A Change in Tactics?

On the afternoon of 4 September 2007, police in Germany arrested three people suspected of planning major terrorist attacks on Frankfurt’s airport and the United States military base at Ramstein.

The suspects — two German citizens and a Turkish resident of Germany —  had been under surveillance for nine months. The authorities decided to act when it became clear that the men were planning to move their stores of hydrogen peroxide.

On state television, Germany’s defence minister Franz Josef Jung said, “there was an imminent security threat” and federal prosecutor Monika Harms said the three had trained at camps in Pakistan and procured some 700kg (1,500lbs) of chemicals for explosives. Ms Harms also went on to say that the men planned to use vehicles loaded with the explosives to kill or injure large numbers of people.

Peroxide-based explosives and the use of vehicles to deliver such devices to their targets are common Al-Qa’ida-affiliated terrorism tactics. They use hydrogen peroxide because it is widely available to the general public and a powerful explosive can be made from it without the need for specialist equipment. They use vehicles because this provides the means to deliver a relatively large amount of explosive to a precise location without arousing suspicion.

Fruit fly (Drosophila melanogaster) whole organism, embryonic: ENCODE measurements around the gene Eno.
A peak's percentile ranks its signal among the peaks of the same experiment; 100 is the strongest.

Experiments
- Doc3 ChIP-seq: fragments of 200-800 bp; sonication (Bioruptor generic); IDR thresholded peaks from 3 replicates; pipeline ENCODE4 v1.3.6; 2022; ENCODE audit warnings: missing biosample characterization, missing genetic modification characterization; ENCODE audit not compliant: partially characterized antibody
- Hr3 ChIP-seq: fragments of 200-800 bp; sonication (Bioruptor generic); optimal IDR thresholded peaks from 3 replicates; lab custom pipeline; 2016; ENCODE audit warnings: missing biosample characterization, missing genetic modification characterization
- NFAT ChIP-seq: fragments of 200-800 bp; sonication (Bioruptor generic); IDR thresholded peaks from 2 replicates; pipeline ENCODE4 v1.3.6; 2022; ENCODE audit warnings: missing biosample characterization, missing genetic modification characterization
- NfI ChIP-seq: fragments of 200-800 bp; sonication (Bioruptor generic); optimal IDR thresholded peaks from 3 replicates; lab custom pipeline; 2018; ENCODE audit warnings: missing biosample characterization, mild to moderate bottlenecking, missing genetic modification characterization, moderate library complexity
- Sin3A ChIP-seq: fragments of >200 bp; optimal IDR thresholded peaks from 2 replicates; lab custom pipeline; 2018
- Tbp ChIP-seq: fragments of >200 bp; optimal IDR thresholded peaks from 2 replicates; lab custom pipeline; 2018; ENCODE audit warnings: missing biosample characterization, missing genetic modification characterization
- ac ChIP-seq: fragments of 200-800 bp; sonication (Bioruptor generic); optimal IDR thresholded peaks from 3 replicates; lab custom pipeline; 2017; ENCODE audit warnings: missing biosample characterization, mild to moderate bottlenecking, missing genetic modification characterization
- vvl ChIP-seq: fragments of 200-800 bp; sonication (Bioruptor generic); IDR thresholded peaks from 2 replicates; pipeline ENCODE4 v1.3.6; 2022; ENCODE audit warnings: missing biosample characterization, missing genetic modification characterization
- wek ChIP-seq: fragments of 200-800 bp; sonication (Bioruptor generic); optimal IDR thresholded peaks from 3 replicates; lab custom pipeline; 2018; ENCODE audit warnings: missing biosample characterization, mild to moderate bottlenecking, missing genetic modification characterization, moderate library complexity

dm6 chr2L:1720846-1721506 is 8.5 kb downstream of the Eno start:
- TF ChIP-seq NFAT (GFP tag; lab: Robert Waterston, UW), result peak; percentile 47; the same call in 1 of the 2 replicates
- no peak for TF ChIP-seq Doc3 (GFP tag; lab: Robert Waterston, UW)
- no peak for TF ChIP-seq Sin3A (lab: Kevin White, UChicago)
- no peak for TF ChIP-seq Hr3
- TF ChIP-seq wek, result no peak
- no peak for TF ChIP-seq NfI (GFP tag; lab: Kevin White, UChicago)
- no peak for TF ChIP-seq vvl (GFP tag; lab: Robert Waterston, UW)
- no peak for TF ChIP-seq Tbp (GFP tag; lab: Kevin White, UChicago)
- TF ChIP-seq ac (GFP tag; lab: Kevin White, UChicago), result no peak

Likewise, public spaces such as airports are commonly targeted as they provide the means to cause both mass indiscriminate fatalities whilst simultaneously creating disruption to a nation’s infrastructure.

However, the American airbase at Ramstein may herald a significant departure in tactics. Joerg Ziercke, the head of Germany's federal crime office, said the men had a "profound hatred of US citizens", leading to the widespread supposition that such an attack could be no more than an opportunity to kill US citizens. But those arrested are simply operatives, or footsoldiers, and it is entirely possible that their masters fuelled their hatred and used it as motivation to get the men to plan attacks that have a much deeper political significance.

Ramstein is not only the largest American air base in Germany but also a transportation hub for troops deploying to Iraq.

Political terrorism generally follows a fairly standard pattern. The first stage is to grab attention: at this stage, acts such as mass murder that breach social norms and affect as many people as possible are favoured. The next stage is to disrupt and unsettle the populus. However at some point you need to send clear messages about your political aims. Targets then become much more specific and acts are designed to deliver clear and unambiguous messages.  We know that Al-Qa’ida aspire to rid the Islamic world of occupying forces, therefore transportation hubs that are seen as feeding the occupation were bound to emerge as prime targets. 

Dr Sandra Bell
Director, Homeland Security and Resilience Department
6 September 2007

The views of the author are not meant to represent the views of RUSI.

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